It’s a new year, and for cyclists that might mean…
- Honoring a renewed commitment to finding time to ride
- The creation of a new training plan for the upcoming season
- Or the excitement of fresh inspiration—for example, getting out to ride when winter conditions aren’t ideal
However you approach cycling in 2020, take a moment to appreciate the simple joy that riding a bike brings and consider how it enriches your life. It’s hard to beat a beautiful summer ride, but while you’re dreaming of those be sure to consider the unique opportunities winter provides.
With winter comes all the inclement weather that persuades many of us to take the bike indoors.
But do you have to miss out on a whole season of training? With indoor trainers, certainly not! In fact, there are even some advantages to trainers that you wouldn’t otherwise get on the road.
Virtually all the new trainers on the market now are smart, meaning they measure outputs like speed and distance—with additional options for power, cadence and heart rate—and send the information wirelessly to an app on your chosen device. These metrics to help you dial in the effectiveness of your training and the apps help you create and adhere to a plan while providing the motivation of being a part of an online community.
For example, Zwift is the most popular virtual training software for cycling, but other options include the Sufferfest (which includes specialized programs on mental toughness and yoga for cyclists), TrainerRoad, and many others. With these apps you can manipulate your trainer’s resistance to create simulations of real riding conditions, improving your workout and preserving your sanity. There is also the upcoming CVRcade, an esports gaming platform that promises to shift indoor cycling in an entirely new direction.
There are three broad categories of trainers you should know about: direct drive, friction, and rollers. They vary considerably in price, noise level, stability, portability, and resistance variability. Let’s take a look at what all that means for your indoor training.
Direct drive trainers are the latest and greatest in indoor cycling. Your bike is attached to the resistance unit by way of rear dropouts, meaning you remove the rear wheel and hook your drivetrain directly up to a cassette on the trainer. Resistance is either magnetic or flywheel and can be adjusted with the associated apps.
- Smart: they communicate metrics like speed, distance, cadence (optional), and power (optional; accurate to within 2%) via Bluetooth and/or ANT+
- Adjustable incline: 10-24% for the models listed below
- Capacity for high resistance and stability for out-of-the-saddle efforts
- Many are virtually silent
- Compatible with standard 130/135 mm skewers and the full range of thru-axle sizes
- High cost: the models below range from $800 to $1400
- Weight: units are heavier (40-47 lbs) and therefore not as portable as friction units
- Desirable options may require an additional big purchase like membership to an online training community
These recognizable trainers utilize fluid or magnetic resistance in a drum that your rear tire rolls directly against.
- Weight: units are relatively light (15-30 lbs) and portable, making them a great option for warming up at races or while traveling
- Cost: basic (non-smart) units can be found as affordably as $80; the units below range from $300 to $550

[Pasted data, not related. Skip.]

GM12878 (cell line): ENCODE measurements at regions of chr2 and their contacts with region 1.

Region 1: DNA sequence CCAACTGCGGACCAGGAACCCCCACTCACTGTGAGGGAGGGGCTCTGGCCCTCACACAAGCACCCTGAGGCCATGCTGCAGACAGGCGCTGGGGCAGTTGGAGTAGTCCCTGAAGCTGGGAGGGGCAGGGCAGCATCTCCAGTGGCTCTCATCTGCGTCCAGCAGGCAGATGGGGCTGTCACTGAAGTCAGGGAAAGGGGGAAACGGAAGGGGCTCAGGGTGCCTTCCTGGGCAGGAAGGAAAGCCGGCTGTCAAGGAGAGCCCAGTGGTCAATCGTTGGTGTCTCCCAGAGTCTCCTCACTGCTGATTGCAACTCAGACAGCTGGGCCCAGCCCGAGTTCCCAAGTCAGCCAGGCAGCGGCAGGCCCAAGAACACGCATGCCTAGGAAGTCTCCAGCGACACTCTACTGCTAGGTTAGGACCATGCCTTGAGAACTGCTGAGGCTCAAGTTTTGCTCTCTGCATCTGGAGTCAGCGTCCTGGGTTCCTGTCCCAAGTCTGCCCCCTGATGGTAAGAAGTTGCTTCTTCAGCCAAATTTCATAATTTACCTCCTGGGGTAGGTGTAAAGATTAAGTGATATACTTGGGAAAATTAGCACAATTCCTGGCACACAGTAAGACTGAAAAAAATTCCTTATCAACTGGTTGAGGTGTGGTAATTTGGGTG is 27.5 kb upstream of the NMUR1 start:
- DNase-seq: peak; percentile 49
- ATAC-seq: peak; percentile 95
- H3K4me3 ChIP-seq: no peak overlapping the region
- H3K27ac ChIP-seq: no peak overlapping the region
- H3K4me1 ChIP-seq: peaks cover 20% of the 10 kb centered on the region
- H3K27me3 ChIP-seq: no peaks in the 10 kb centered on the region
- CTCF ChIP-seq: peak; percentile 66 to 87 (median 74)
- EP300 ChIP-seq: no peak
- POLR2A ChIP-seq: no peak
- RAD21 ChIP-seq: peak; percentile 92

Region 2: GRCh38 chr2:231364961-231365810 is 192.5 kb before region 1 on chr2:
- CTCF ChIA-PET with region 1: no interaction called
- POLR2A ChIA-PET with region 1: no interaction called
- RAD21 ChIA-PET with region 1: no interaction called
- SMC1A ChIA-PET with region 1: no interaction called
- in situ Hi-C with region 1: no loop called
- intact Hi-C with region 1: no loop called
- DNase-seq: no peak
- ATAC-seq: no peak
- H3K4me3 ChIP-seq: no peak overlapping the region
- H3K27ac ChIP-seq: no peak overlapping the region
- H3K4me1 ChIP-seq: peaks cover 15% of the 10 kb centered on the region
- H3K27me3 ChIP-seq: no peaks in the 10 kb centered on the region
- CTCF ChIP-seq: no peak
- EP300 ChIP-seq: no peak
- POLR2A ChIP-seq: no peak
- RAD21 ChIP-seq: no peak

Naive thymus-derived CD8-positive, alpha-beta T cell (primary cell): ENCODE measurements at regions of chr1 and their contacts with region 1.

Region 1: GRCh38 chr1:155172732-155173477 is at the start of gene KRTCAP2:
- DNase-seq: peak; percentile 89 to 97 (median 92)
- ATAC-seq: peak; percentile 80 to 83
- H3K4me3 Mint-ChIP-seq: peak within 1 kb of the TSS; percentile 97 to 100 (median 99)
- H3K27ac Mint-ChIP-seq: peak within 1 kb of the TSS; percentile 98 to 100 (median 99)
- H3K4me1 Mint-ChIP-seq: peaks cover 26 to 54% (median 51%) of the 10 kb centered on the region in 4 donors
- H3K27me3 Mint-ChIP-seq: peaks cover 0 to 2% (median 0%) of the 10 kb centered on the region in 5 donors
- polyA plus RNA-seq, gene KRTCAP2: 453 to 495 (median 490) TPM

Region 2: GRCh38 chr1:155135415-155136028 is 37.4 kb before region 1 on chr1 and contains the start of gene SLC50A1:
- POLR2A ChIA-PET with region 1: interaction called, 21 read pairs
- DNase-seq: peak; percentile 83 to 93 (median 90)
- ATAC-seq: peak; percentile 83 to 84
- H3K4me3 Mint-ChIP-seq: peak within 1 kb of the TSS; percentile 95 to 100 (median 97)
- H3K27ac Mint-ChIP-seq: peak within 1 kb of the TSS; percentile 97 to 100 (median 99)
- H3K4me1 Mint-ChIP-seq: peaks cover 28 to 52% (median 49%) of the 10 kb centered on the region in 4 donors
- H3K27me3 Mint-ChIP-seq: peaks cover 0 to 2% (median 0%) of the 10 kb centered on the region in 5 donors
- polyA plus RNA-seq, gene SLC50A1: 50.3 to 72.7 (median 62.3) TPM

- Friction against the drum causes increased rear tire wear
- Noisier than direct drive resistance units
- Often require the purchase of adaptors to accommodate the wide variety of mountain bike rear axles
Love them, hate them or fear them, rollers are the most realistic way to ride indoors, because your bike isn’t secured to a frame and can therefore move freely. Riding rollers trains your bike handling skills, requires more core muscle engagement, and can improve your pedaling efficiency. However, rollers can be a harsh mistress (a quick search on YouTube revealed an assortment of roller fail videos) due to the steep learning curve. Many people initially learn to ride rollers in a doorway, allowing for a quick hand on the wall to stabilize if you lose your balance. The size of the cylinder, or drum, dictates the responsiveness of the rollers—meaning the larger the drum, the easier it is to handle the bike. Small-diameter drums offer a more sensitive ride and experienced riders will appreciate the higher demand for technical skill.
- Can improve bike handling and pedaling efficiency
- Low cost is comparable to basic (non-smart) friction trainers
- Portability: easy to fold up and travel with
- Instability: may not be appropriate for all skill levels or for high-intensity intervals
- Limited resistance variability
Kreitler rollers are durable, have been around for decades, and are made in the USA. Choose larger drum sizes for an easier ride, or the smallest diameter option for up to 90% more resistance.
Elite offers a smart option for their rollers, utilizing the Misuro B+ sensor to connect with their proprietary training software.
Finally, CycleOps Aluminum rollers are adjustable within five levels of magnetic resistance.
With all the options on the market today, there is definitely a trainer to meet your needs. Indoor workouts can be easier to track and the logistical demands are minimal compared to outdoor rides. New technologies can provide mental stimulation and the motivation of being part of a training community, even while you ride in the comfort and convenience of your living room. But if riding indoors still isn’t your thing, maybe it’s time to consider the new year an opportunity to brave the elements and start a new habit of winter riding!
For some basic trainer workout ideas—no fancy software required—check out this article.
And share your favorite way to ride indoors in the comments below!